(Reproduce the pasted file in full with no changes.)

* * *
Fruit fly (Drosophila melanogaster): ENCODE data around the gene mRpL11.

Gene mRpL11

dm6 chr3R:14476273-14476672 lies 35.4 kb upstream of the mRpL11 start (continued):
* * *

Fruit fly (Drosophila melanogaster): ENCODE data around the gene mRpL11.

Gene mRpL11

dm6 chr3R:14476273-14476672 lies 35.4 kb upstream of the mRpL11 start (continued):